Preservation, Road Trips

Exploring Napoleon, Indiana

There’s a lot of lovely historic architecture to see in Napoleon, a small town in Ripley County, Indiana. But getting there is part of the fun: from the north or from the south, you do it on the Michigan Road.

NapoleonMap1900

From Atlas of Ripley County, Indiana, O. W. Pegee, 1900

Ripley County boasts two alignments of the Michigan Road, the original and a later one that is now US 421. They come together in Napoleon. In the Michigan Road’s early days, what is now US 421 was a plank road starting in Versailles, and it became the more major route. It’s why, during the early years of the automobile, the Michigan Road was rerouted onto this road.

This 1900 atlas excerpt shows where and how the two roads used to meet on the south side of Napoleon. See the two roads that merge? The Michigan Road is on the left.

Each road had to cross a little stream. At some point, probably when it became clear that the old plank road would be the major route, the Michigan Road was truncated at the first county road south of Napoleon. Makes sense; why build and maintain a needless bridge? Here’s what it looks like today from above.

NapoleonGoogleMap2018

Imagery and map data © 2018 Google

In 2008 I documented what remains of this old Michigan Road alignment. Here’s a southbound photo from north of the county road where, today, you have to turn left to reach US 421 and resume your travel on the Michigan Road. My camera malfunctioned on a northbound photo from this spot, but the road was two-track from here and it faded into the grass ahead.

Former Michigan Road alignment?

This little bit of gravel provides access to this cemetery, which is wedged between here and US 421.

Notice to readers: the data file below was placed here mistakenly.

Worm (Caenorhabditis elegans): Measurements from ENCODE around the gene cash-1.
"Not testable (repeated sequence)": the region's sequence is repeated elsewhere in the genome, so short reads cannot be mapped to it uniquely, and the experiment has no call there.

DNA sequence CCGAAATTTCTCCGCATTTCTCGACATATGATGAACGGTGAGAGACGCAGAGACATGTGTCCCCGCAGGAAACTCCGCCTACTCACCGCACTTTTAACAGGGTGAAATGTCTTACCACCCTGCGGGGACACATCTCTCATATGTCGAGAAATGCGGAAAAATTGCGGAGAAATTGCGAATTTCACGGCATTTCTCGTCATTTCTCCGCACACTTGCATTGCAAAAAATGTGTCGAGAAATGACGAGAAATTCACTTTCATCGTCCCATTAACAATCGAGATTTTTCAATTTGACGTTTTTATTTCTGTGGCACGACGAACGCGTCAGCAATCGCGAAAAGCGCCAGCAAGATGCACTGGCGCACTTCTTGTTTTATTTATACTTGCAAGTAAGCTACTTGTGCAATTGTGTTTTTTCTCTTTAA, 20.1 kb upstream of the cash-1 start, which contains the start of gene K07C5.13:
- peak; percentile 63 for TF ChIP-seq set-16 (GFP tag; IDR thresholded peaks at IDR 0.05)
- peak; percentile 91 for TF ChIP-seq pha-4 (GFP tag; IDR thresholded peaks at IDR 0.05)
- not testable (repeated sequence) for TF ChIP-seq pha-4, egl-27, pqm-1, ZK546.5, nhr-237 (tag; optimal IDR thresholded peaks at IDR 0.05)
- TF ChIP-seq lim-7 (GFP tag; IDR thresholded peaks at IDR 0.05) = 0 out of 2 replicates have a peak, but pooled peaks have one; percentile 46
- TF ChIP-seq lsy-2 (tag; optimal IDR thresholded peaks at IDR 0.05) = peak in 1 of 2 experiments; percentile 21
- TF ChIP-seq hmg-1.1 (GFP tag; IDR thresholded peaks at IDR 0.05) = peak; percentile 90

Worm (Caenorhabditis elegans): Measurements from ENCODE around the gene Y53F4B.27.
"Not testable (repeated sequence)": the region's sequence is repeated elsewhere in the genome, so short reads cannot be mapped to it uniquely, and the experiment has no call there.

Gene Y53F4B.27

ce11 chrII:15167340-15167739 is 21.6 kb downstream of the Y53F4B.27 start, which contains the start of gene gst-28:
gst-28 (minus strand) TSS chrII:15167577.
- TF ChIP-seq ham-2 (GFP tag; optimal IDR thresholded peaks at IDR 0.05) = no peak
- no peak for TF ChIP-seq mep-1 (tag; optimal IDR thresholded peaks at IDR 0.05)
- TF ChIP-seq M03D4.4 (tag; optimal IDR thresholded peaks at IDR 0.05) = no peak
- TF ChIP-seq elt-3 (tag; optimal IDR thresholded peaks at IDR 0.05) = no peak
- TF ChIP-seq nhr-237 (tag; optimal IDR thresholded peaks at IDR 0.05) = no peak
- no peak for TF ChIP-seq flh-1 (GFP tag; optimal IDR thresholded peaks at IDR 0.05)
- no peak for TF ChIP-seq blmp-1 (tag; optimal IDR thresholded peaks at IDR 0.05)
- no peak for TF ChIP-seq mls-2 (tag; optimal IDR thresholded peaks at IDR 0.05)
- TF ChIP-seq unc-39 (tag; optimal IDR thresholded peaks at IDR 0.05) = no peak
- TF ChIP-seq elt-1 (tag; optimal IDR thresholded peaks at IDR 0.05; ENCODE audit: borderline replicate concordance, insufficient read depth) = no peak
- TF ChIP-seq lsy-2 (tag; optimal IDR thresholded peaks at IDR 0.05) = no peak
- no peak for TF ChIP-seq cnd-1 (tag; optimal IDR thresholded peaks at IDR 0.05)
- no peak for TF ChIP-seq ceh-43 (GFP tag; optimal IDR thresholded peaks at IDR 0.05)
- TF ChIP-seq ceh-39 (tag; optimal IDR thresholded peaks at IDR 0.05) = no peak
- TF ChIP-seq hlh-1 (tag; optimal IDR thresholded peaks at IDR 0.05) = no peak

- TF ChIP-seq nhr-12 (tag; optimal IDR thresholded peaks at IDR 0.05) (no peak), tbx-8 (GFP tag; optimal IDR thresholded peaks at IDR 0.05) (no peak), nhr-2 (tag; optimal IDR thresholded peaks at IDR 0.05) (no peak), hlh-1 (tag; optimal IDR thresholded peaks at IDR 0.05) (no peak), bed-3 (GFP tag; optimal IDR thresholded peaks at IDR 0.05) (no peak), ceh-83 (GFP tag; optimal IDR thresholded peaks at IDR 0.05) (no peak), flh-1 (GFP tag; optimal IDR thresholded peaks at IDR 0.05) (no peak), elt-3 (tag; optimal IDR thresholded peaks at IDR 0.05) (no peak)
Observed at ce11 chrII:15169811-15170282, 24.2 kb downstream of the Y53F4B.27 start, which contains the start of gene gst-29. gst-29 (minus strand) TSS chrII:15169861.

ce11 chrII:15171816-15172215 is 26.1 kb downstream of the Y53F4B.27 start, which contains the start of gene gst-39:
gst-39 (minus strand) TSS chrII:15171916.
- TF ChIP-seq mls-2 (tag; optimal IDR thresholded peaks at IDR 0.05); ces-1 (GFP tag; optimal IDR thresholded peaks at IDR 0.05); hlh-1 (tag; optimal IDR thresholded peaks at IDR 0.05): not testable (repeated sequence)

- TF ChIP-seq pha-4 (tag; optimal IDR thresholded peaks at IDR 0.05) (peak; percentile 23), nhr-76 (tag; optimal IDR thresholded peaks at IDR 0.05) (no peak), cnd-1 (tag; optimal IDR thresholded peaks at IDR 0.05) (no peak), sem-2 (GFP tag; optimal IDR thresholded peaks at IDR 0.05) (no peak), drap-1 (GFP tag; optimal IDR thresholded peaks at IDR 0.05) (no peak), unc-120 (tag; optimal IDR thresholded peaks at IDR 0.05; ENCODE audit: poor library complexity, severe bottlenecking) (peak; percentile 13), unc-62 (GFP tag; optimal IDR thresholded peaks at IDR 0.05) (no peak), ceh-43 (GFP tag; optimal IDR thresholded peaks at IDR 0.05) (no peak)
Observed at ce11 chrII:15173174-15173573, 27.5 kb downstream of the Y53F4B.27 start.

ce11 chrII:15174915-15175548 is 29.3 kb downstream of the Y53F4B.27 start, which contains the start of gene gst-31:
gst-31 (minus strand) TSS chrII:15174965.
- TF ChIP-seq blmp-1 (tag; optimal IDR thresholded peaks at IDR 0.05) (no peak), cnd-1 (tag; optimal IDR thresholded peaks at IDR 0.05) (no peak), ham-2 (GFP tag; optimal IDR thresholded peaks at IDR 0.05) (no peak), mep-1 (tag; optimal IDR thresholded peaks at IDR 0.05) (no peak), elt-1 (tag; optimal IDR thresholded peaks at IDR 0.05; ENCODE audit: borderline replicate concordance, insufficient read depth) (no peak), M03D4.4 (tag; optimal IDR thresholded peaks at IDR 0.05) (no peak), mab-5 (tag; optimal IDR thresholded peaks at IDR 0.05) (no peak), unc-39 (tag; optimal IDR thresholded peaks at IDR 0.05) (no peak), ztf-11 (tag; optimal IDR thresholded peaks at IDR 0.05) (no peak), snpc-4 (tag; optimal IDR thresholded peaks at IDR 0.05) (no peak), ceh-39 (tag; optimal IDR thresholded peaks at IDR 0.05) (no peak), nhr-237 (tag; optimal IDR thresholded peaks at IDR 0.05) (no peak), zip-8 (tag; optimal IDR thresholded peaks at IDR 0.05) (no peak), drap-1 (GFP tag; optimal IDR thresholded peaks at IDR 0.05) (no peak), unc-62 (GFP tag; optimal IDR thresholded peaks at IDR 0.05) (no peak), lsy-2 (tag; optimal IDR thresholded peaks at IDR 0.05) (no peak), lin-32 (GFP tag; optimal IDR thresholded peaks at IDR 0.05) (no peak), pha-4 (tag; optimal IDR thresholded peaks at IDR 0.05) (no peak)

Lutheran Cemetery, Napoleon, Indiana

From my many visits to Napoleon over the years, here are a number of scenes from this little town. Its plat has hardly changed since 1900 and many buildings present then remain today. Arguably the most prominent building on the Michigan Road in Napoleon is this old flour mill.

Flour mill, Napoleon, Indiana

The photo above is from 2008 and the one below is from 2018. The photo below would show a building in dilapidated condition were someone not maintaining this building. I hear that this old mill has been converted into apartments.

Mill

Those painted signs would be faded and chipped away if someone wasn’t keeping them touched up.

Mill

The former Napoleon State Bank building is now a real-estate office.

Former Napoleon State Bank

Surprisingly, the Napoleon State Bank still operates in a modern building across the street. It’s remarkable it has survived in this age of bank mergers and megabanks.

Napoleon State Bank, Napoleon, Indiana

If you step off the Michigan Road and explore Napoleon’s Main Street (now State Road 229) you’ll find more lovely historic architecture. This is the Central House, built in the late 1820s. That makes it at least as old as the Michigan Road itself!

The Central House

Two large churches, both probably built in the early 20th century, stand along Main Street. First is St. John’s Lutheran.

St. John's Lutheran Church

St. Maurice Catholic is the other. Given how small this town is, these churches must have drawn members from a very large region to justify their size. Hopefully, they still do.

St. Maurice Catholic Church and School, Napoleon, Indiana

Of all the old buildings in Napoleon, I like the onetime home of Elias Conwell the best. Like the Central House, it dates to the 1820s. Conwell was quite a character; I told his story here.

The Conwell House

That little creek winds all through Napoleon. Here it is on the north side of town, hugging the northbound Michigan Road.

Creek along the road

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4 thoughts on “Exploring Napoleon, Indiana

  1. Not having been there, I looked it up on a map. Its location just southeast of Decatur County answers the church question. That area was heavily populated by German immigrants. Greensburg and Oldenburg were heavily Catholic communities. And I would imagine that wherever you found Catholic Germans the Lutheran Germans would be nearby. So a big Catholic Church and a reasonably big Lutheran church just screams “German” to me. :)

    Like

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